The Global Picture in 2014
Of the 199 countries and territories assessed for 2014 (two new territory reports, Crimea and Somaliland, were added), a total of 63 (32 percent) were rated Free, 71 (36 percent) were rated Partly Free, and 65 (32 percent) were rated Not Free. This balance marks a shift toward the Partly Free category compared with the edition covering 2013, which featured 63 Free, 68 Partly Free, and 66 Not Free countries and territories.
The report found that 14 percent of the world’s inhabitants lived in countries with a Free press, while 42 percent had a Partly Free press and 44 percent lived in Not Free environments. The population figures are significantly affected by two countries—China, with a Not Free status, and India, with a Partly Free status—that together account for over a third of the world’s more than seven billion people. The percentage of those enjoying a Free media in 2014 remained at its lowest level since 1996, when Freedom House began incorporating population data into the findings of the report.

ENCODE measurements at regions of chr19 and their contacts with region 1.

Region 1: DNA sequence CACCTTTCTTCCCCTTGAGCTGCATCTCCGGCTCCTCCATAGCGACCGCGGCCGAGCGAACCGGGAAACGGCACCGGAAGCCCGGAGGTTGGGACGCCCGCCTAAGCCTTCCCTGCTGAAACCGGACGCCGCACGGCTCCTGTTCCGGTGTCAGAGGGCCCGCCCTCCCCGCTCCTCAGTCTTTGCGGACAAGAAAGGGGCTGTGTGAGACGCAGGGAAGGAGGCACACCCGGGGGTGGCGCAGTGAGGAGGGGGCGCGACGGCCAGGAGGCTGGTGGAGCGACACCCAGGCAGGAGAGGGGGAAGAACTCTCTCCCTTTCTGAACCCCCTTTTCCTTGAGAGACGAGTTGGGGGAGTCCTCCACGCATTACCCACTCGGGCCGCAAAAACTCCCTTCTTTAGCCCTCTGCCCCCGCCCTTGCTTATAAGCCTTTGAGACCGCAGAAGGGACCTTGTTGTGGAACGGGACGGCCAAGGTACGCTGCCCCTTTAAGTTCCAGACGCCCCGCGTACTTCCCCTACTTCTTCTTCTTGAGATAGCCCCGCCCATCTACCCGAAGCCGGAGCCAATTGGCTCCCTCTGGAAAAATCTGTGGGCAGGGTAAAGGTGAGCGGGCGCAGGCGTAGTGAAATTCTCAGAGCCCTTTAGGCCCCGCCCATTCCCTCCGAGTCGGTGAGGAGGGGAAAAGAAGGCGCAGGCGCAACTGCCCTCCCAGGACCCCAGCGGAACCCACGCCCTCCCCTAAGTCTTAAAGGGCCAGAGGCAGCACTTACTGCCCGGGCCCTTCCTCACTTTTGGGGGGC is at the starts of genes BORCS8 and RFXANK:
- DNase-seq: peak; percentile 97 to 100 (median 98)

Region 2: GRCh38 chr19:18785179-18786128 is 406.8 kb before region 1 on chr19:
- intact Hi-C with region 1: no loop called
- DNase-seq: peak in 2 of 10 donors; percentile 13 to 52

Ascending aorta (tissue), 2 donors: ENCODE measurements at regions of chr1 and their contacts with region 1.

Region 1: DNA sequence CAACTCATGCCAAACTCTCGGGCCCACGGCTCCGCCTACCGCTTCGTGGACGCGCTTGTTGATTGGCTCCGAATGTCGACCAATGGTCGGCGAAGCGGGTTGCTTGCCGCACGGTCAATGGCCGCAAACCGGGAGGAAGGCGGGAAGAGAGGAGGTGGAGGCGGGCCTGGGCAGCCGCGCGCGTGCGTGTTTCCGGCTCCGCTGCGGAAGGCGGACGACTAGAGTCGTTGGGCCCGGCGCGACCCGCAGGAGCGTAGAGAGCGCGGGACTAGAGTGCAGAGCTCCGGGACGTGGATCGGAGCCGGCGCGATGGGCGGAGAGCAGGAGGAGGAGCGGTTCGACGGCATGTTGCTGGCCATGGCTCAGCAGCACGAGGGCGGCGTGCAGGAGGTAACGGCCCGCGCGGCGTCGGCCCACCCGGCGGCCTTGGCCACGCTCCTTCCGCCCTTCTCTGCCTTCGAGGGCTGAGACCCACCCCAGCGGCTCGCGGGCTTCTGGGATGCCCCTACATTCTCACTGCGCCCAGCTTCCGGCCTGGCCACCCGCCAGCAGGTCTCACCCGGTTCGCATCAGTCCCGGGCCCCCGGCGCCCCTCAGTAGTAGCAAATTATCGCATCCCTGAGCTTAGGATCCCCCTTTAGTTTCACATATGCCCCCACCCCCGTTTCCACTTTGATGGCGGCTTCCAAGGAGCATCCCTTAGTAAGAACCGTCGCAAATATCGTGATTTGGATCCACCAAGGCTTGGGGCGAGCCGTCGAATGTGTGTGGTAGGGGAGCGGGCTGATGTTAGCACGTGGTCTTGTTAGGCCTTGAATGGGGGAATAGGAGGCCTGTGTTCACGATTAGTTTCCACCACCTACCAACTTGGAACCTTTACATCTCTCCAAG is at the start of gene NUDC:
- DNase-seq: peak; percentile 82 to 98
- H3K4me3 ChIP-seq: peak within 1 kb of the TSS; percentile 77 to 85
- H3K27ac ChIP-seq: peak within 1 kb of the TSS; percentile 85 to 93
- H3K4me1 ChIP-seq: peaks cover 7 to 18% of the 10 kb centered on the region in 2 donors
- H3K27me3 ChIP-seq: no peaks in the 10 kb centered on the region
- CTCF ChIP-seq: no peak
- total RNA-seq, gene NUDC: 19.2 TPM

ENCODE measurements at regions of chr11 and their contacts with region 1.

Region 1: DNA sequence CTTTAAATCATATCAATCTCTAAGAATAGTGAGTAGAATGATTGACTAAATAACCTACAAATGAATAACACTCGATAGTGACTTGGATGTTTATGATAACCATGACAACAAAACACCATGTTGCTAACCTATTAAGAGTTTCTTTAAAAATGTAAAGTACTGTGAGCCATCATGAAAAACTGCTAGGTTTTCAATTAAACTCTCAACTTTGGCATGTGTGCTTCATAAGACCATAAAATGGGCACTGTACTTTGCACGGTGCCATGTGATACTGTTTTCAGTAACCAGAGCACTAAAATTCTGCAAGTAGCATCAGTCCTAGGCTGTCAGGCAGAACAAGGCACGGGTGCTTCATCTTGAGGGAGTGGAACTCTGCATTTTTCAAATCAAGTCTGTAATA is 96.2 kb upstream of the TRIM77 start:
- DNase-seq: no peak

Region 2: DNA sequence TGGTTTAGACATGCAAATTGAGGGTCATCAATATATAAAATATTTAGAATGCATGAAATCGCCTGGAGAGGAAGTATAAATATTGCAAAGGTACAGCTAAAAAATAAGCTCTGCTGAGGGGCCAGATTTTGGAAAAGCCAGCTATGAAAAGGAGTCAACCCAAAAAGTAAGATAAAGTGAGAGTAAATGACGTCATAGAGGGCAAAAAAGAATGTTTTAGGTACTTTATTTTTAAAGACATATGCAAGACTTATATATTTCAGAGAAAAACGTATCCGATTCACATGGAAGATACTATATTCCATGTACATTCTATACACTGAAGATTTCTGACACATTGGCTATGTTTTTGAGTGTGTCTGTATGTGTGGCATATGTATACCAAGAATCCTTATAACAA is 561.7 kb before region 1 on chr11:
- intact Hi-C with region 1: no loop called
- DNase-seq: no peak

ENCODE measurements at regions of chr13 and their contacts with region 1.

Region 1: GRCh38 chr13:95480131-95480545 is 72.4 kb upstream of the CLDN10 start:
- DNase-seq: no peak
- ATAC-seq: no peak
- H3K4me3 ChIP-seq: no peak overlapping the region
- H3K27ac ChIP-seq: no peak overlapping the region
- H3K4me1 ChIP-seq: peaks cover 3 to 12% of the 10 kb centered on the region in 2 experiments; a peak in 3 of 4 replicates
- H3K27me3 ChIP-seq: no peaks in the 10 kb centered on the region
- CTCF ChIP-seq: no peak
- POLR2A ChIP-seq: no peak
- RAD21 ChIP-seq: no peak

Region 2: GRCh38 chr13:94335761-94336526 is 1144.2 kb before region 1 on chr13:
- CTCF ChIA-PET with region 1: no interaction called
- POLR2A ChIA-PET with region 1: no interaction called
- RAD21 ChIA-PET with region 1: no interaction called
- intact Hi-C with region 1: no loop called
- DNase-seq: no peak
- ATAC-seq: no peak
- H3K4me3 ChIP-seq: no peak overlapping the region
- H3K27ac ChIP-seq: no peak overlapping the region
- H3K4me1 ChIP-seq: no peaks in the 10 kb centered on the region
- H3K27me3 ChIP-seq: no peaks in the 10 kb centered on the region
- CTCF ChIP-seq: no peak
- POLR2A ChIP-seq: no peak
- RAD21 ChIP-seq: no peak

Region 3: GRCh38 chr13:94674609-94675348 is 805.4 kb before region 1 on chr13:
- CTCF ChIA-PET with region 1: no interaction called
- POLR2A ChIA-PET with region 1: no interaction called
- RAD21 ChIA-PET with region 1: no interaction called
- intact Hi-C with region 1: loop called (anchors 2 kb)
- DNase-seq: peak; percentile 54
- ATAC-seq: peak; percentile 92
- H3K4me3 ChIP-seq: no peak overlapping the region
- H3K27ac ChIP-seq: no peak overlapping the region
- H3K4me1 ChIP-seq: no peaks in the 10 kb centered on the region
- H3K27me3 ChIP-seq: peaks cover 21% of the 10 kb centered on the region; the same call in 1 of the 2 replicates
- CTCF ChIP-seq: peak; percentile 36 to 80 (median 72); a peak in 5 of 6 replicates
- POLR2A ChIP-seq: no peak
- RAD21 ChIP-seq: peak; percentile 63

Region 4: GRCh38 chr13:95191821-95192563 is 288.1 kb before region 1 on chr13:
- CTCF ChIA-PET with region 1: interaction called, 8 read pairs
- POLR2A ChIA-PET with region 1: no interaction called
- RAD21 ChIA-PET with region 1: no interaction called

After a multiyear decline in the global average score that was interrupted by an improvement in 2011, there was a further decline of 0.74 points for 2014, bringing the figure to its lowest level since 1999 and marking the greatest year-on-year decline since 2005. All regions except sub-Saharan Africa, whose average score improved slightly, experienced declines of varying degrees, with the Middle East and North Africa showing the largest net decline. In terms of thematic categories, the drop in the global average score was driven primarily by decline in the legal score, followed by the political score; the economic score showed the smallest amount of slippage.
Worst of the Worst
The world’s 10 worst-rated countries and territories, with scores of between 90 and 100 points, were Belarus, Crimea, Cuba, Equatorial Guinea, Eritrea, Iran, North Korea, Syria, Turkmenistan, and Uzbekistan. Crimea—analyzed separately for the first time in the current edition—and Syria joined the bottom-ranked cohort in 2014. In these settings, independent media are either nonexistent or barely able to operate, the press acts as a mouthpiece for the regime, citizens’ access to unbiased information is severely limited, and dissent is crushed through imprisonment, torture, and other forms of repression. Crimea became subject to Russian press laws after its occupation and annexation in early 2014, and its media faced restrictive regulations and widespread violence. Iran continues to earn its place among the Worst of the Worst as one of the world’s leading jailers of journalists, including Washington Post correspondent Jason Rezaian, who has been detained without charge since July 2014.